PJ ☏ 03-76138468|KL ☏ 012-7087884|PENANG ☏ 010-5418234|SEGAMAT ☏ 07-9318514



The Neuro-Developmental Vision Evaluation also assesses the brain's proficiency in interpreting visual information. The evaluation scrutinizes the following visual information processing skills, which encompass the coordination between the eyes and the brain:


Visual spatial orientation, a fundamental aspect of perceptual-motor development, encompasses the profound awareness of one’s position within the spatial context of surrounding objects, as well as the relative locations of these objects in relation to one another. This multifaceted skill set extends beyond mere spatial perception to include body awareness, control, and bimanual integration.

At its core, visual spatial orientation entails the capacity to comprehend directional concepts, both within one’s internal perception and when projected into the external visual space. It’s a fundamental skill that plays a pivotal role in various aspects of daily life. For instance, it underpins our ability to maintain balance, execute coordinated body movements, and navigate effectively in our environment.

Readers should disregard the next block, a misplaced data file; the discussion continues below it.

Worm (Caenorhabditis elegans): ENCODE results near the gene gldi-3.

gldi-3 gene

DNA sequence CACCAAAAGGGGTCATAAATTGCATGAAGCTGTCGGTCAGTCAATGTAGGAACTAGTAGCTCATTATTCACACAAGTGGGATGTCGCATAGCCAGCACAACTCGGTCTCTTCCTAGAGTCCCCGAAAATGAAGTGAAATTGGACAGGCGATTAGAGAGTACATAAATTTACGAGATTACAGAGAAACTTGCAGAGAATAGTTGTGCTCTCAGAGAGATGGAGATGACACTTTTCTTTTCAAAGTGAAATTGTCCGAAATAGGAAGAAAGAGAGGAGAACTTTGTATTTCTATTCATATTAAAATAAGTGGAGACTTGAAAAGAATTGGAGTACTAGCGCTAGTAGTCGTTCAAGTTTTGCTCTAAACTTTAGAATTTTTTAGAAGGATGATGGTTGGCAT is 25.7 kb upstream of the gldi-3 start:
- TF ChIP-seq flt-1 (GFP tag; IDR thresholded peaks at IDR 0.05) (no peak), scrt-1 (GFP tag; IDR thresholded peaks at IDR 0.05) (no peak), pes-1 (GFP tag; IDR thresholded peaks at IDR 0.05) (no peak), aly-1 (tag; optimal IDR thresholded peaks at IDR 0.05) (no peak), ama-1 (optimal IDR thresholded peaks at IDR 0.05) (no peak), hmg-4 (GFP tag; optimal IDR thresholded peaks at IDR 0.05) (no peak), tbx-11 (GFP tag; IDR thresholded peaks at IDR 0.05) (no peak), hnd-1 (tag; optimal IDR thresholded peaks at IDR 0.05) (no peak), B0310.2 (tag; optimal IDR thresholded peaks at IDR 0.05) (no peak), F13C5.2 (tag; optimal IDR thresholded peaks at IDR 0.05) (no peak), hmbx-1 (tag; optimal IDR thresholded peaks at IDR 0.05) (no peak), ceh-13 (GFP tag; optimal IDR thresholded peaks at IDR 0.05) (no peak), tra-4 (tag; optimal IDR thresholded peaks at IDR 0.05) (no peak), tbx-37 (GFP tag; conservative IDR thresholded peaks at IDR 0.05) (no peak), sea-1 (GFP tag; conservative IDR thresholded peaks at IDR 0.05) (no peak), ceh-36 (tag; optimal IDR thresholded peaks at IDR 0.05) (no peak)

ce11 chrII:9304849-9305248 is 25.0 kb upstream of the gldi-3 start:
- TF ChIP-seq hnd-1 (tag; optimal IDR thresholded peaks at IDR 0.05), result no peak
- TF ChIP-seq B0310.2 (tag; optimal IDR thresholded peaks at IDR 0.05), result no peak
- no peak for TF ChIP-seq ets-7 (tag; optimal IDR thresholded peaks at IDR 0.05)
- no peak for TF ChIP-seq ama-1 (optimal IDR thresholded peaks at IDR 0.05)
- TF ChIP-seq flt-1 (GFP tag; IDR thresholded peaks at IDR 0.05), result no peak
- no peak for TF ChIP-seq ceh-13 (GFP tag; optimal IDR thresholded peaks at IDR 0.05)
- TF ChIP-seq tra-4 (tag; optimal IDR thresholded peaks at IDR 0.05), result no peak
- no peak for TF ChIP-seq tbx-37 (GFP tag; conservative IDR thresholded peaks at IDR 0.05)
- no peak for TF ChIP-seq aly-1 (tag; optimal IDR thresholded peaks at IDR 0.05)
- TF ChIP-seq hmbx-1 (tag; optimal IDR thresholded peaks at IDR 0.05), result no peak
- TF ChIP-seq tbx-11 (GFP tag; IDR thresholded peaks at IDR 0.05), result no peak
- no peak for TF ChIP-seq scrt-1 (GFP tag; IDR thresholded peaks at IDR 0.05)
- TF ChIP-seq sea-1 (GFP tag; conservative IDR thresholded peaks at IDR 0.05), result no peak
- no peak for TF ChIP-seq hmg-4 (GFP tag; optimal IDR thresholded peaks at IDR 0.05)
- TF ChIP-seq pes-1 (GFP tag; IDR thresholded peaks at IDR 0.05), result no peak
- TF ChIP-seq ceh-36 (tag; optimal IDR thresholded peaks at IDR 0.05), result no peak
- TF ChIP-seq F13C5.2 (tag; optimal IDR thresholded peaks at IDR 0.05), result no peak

Moreover, visual spatial orientation skills are instrumental in following spatial directions, such as interpreting maps or instructions, and understanding the orientation of alphanumeric symbols, which are vital in tasks ranging from reading and writing to interpreting complex graphical information.

In essence, this intricate cognitive skill facilitates our interaction with the world, helping us make sense of our surroundings and allowing for coordinated, purposeful actions.


Efficiently analyzing and interpreting visual information is a crucial cognitive ability often termed ‘visual perception.’ Non-motor visual analysis skills encompass a set of dynamic processes that involve locating, selecting, extracting, analyzing, recalling, and manipulating pertinent information within the visual environment. These processes serve as foundational skills for tasks such as recognizing letters and numbers, building sight word vocabulary, and grasping mathematical concepts. Traditionally, non-motor visual analysis skills have been categorized into distinct theoretical constructs, including visual discrimination, visual figure-ground discrimination, visual closure, visual memory, and visualization.